By The New York Times. The gunmen who attacked two American law enforcement officials in Mexico on Tuesday, killing one and wounding the other, knew they were firing on foreign officers but proceeded anyway, current and former American officials said Wednesday.
But an important unresolved question is whether the Immigration and Customs Enforcement agents were attacked because of their work — more than one Mexican drug gang has expressed interest in killing American officers — or for another reason, like an attempt to steal their dark and presumably armored S.U.V., a vehicle favored by drug gangs.
The Justice and Homeland Security Departments announced on Wednesday the creation of a task force to work with Mexican federal authorities to investigate the shooting, which killed Jaime Zapata and wounded his colleague, Victor Avila. Mr. Zatapa was the first American immigration agent to be killed in Mexico.
The men were shot as they traveled in their vehicle, which had diplomatic plates, on a main highway to Mexico City from San Luis Potosí, about 265 miles to the north. Mr. Avila was released from an American hospital on Wednesday after being treated for gunshot wounds to his legs.
American and Mexican officials would not comment about the reason for the shooting, saying they had not yet determined a motive.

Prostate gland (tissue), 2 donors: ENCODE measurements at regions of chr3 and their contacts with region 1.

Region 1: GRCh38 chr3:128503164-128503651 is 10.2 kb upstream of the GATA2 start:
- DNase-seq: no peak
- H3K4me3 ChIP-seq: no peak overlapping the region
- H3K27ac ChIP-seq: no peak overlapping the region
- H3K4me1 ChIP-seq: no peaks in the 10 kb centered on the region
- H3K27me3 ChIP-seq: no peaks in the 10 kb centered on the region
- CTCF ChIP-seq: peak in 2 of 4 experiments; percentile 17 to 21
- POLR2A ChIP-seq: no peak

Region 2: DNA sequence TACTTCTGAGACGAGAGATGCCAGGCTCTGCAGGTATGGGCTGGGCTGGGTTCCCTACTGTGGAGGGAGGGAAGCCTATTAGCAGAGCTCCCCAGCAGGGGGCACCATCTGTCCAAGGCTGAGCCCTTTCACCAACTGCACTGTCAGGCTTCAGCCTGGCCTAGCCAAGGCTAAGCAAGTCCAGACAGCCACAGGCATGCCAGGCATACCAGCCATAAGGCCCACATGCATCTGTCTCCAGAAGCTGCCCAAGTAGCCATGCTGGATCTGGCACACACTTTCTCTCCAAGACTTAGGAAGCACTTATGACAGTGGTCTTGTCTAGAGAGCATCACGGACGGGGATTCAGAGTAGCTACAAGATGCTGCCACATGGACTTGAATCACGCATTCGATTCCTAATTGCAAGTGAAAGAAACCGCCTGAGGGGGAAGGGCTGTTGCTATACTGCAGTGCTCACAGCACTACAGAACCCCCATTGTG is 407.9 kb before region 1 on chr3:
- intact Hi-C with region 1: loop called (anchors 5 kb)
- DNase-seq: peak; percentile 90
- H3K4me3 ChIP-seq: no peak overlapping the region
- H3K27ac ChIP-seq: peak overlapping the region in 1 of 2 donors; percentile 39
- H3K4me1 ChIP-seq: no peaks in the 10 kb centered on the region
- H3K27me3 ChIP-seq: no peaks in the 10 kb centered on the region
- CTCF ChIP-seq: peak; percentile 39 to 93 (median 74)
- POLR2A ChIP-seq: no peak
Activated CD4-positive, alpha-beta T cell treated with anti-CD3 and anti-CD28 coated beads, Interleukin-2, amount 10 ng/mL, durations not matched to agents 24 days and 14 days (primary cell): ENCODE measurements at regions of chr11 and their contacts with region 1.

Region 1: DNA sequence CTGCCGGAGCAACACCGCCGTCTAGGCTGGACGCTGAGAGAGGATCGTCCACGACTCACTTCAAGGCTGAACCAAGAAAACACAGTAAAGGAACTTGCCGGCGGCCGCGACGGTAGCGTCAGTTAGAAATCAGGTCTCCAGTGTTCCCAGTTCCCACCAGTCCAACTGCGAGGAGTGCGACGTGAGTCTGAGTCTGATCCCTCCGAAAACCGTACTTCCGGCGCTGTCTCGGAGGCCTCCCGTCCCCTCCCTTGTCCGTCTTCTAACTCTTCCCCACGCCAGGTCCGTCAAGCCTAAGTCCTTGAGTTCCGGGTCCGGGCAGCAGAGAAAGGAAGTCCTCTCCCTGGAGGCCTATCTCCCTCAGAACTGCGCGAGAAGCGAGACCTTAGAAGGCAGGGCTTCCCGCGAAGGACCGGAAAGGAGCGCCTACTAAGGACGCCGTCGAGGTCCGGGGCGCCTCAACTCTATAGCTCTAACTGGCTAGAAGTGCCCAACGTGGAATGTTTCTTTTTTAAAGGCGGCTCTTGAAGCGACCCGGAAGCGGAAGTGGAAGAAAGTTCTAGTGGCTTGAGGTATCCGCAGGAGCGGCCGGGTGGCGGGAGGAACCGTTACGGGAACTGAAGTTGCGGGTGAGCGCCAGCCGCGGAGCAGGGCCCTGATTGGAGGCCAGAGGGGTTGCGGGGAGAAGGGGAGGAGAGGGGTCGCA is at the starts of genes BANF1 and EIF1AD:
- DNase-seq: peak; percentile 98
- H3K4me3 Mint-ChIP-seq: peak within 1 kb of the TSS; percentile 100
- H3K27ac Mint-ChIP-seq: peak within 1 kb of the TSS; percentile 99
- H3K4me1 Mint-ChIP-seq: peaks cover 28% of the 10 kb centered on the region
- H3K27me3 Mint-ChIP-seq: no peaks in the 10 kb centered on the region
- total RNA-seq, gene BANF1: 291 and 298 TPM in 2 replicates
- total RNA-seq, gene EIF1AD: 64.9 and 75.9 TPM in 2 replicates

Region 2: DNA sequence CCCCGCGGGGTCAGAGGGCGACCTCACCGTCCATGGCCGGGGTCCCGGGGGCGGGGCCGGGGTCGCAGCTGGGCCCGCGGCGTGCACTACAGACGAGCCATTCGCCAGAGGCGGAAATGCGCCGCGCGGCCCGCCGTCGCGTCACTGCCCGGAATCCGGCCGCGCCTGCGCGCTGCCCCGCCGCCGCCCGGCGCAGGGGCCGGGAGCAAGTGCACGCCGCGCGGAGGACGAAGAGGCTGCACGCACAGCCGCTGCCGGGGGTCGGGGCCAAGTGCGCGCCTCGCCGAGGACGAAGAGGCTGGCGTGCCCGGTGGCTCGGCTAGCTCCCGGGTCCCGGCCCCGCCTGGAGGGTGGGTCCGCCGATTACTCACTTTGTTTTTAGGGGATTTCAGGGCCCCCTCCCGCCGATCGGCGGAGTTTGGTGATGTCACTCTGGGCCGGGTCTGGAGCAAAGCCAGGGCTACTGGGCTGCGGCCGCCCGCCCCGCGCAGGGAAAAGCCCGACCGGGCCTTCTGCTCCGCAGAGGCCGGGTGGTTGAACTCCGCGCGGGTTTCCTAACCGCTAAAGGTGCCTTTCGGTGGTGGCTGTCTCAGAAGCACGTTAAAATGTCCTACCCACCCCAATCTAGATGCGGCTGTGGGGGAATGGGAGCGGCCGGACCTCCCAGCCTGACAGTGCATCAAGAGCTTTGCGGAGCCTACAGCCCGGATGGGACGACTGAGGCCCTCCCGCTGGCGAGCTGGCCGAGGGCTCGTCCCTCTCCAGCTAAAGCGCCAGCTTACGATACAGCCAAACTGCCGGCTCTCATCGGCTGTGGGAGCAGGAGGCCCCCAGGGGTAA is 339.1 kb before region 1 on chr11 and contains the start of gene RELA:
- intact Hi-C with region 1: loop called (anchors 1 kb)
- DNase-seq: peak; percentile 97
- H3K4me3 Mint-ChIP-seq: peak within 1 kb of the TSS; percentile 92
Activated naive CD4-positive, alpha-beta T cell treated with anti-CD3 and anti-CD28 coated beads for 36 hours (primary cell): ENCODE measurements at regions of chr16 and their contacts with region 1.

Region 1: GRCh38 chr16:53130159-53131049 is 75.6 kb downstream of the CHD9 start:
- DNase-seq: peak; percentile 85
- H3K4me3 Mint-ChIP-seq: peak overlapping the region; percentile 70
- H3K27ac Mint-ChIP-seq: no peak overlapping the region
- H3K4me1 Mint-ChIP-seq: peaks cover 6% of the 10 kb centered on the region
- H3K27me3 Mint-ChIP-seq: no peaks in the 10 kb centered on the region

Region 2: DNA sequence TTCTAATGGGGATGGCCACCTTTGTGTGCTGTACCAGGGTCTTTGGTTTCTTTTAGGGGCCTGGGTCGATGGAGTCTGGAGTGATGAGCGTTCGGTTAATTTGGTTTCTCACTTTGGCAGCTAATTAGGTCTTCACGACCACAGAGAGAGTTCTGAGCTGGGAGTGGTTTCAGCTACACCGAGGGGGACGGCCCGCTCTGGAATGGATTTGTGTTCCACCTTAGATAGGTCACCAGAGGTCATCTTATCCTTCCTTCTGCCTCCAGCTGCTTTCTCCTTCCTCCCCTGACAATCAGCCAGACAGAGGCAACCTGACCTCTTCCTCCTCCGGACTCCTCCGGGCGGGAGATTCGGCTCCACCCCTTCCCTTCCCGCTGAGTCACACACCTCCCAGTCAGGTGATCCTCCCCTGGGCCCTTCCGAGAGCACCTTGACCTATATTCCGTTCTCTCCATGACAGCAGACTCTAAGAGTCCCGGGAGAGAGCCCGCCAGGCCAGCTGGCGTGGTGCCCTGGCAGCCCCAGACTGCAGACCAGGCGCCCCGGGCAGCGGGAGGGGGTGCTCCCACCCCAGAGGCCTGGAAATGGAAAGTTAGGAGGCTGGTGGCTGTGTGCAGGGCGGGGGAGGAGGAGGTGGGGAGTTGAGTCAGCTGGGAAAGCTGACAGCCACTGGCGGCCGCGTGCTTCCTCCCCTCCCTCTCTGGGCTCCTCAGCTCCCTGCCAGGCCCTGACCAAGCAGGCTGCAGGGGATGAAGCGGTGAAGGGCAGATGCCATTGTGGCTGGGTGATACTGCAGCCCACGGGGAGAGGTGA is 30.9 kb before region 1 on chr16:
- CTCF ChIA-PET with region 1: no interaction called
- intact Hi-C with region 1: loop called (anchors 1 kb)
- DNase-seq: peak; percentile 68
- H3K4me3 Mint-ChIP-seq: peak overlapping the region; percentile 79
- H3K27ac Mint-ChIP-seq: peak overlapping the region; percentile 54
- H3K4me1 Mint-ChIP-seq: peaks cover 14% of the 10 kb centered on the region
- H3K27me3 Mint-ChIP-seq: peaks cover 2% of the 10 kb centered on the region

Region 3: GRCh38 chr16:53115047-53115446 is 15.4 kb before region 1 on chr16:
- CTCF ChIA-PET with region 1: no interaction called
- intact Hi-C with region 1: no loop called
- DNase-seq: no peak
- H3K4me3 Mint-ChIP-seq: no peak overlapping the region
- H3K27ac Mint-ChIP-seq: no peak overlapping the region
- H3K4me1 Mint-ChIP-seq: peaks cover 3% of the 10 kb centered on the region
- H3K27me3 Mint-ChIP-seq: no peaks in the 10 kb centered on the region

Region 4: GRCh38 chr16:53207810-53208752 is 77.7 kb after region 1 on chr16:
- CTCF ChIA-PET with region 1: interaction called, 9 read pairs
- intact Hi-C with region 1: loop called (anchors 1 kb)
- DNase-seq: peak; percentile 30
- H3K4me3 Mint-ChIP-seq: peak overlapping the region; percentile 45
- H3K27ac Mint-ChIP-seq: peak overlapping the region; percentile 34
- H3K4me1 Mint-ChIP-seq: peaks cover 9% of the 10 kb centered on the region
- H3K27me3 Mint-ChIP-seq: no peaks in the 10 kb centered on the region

Alonzo Pena, a retired Immigration and Customs Agent who served as its representative in Mexico until 2009, said law enforcement officials had told him that the two men were taking equipment to another team of agents when they encountered the gunmen. They rolled down a window to identify themselves and were shot, Mr. Pena said.
Representative Michael McCaul, Republican of Texas, said the agents “were pursued by numerous cartel members and run off the road.”
“When the agents identified themselves as American diplomats, the cartel members responded by opening fire on the officers,” Mr. McCaul said, adding that “this tragic event is a game changer” that “should be a long overdue wake-up call for the Obama administration that there is a war on our nation’s doorstep.”
American and Mexican officials, who have said that law enforcement relations between the two countries are at record strength, rushed to pledge their cooperation. The bitter history of the last American agent to be killed in Mexico, Enrique Camarena of the Drug Enforcement Administration in 1985, is still raised in discussions about cross-border relations.
After Mr. Camarena’s death, American officials accused the Mexican police of complicity and whisked one suspect out of Mexico for trial in the United States.
Mr. Pena said that compared with the 1980s, relations between the nations’ law enforcement agencies “are like day and night.”
“I think they can handle this,” he said of the Mexican authorities. “But we will also help them with a lot of resources.”
The immigration and customs agency is expanding in Mexico. There are 30 agents in the country now — part of a large contingent of American agents here — and the agency has proposed adding a dozen more to help train the Mexican police and to investigate smuggling cases.